]), might be involved in neuroinvasion.
Of the 16 MG clones of animal 698, 12 showed a non-synonymous transition C to T at the same position, inserting a stop codon along the env
region encoding the SU protein (Figure ). The finding of stop codons along with codifying sequences suggests the emergence of quasispecies, the presence of a high rate of viral evolution and thus the existence of defective interfering particles/heteroclites. However, numerically realistic model studies suggest that these particles are unlikely to survive or influence viral dynamics [45
Work on HIV and simian immunodeficiency virus (SIV) has shown that viral evolution in the brain is peculiar in that this immunologically privileged site allows a low level of viral replication [13
] before disease onset [46
], but it may be considered a "sanctuary" where the virus can evolve freely, avoiding the effects of adaptive immunity and/or therapy [12
]. In line with this, the least conserved Env amino acid sequence was found in SC and the most conserved in L (data not shown). The diagnostic LTR-PCR used in this study only yielded consistent amplifications when using CNS as DNA source, since all animals were seropositive and yielded PCR-specific amplicons in CNS (Table ). This strongly suggests that CNS is a preferred site of infection in the Visna affected animals involved. SRLV replication occurred in brain, since viral antigens p25 and gp130 were detected in CNS by immunohistochemistry and two fully replicative viral isolates, able to replicate in SCP cells, were obtained from SC and cerebrospinal fluid from two of the diseased sheep used (Nos. 697 and 698, respectively) [47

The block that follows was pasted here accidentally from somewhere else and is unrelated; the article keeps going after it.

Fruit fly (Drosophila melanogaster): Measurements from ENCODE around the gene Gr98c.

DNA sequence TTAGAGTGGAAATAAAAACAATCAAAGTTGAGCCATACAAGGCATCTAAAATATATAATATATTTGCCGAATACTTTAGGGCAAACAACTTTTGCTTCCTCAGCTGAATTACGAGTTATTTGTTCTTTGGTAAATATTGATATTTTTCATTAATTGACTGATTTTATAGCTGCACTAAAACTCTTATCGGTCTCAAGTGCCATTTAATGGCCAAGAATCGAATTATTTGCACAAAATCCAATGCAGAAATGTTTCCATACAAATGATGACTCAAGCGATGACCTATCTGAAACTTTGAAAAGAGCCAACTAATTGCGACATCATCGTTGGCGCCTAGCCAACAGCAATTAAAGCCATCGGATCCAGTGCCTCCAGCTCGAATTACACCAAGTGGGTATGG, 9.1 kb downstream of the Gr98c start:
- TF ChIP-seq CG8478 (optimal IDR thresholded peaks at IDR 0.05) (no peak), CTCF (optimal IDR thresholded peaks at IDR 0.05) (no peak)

]. This is compatible with studies on HIV infections, where viral replication in the CNS occurs in diseased individuals, leading then to divergent trends in different compartments [28
This study shows that different SRLVs can coexist in the CNS from a Visna diseased sheep. This was clearly observed in animal 333, infected by two viruses (333a and 333b sequences), one closer to the remaining outbreak sequences than the other. Under the hypothesis that the strain's genetic makeup (in the SU genetic regions analyzed) and induced pathology are associated, the set of sequences most similar to other sequences in the outbreak would be causing the nervous clinical signs. The CNS 333a sub-set sequences were essentially from CPx (n = 7) and to a lower extent from SC (n = 2), whereas 333b ones were similarly represented in CPx (n = 9) and SC (n = 11). This would be consistent with a recent infection in the case of 333a, in which the virus from infected CPx cells (blood-CSF barrier) reached only a few SC sites. In the case of 333b sequences, the infection appeared to have been longer established, as it extended to various SC sites after CPx initial infection. Whether different viruses infected different cells of the same tissue (such as choroid plexus) or different viruses coinfected the same cell type remains unknown. In any case, this study demonstrates in VMV infections that, like in those by SIV, the physical continuity of the brain tissue does not necessarily result in phylogenetic proximity [13
]. Disruption of the blood-brain or the blood-CSF (CPx) barriers may have taken place, as proposed in FIV and HIV infections [43
]. In HIV infections, CPx may allow a bidirectional productive lentiviral infection of CNS and peripheral organs, having often a mixture of viral sequences [43
]. Similarly in this study, VMV-infected cells may have crossed the CPx barrier to colonize CSF and SC, and gone back from there to blood through blood-brain or blood-CSF (CPx) barriers.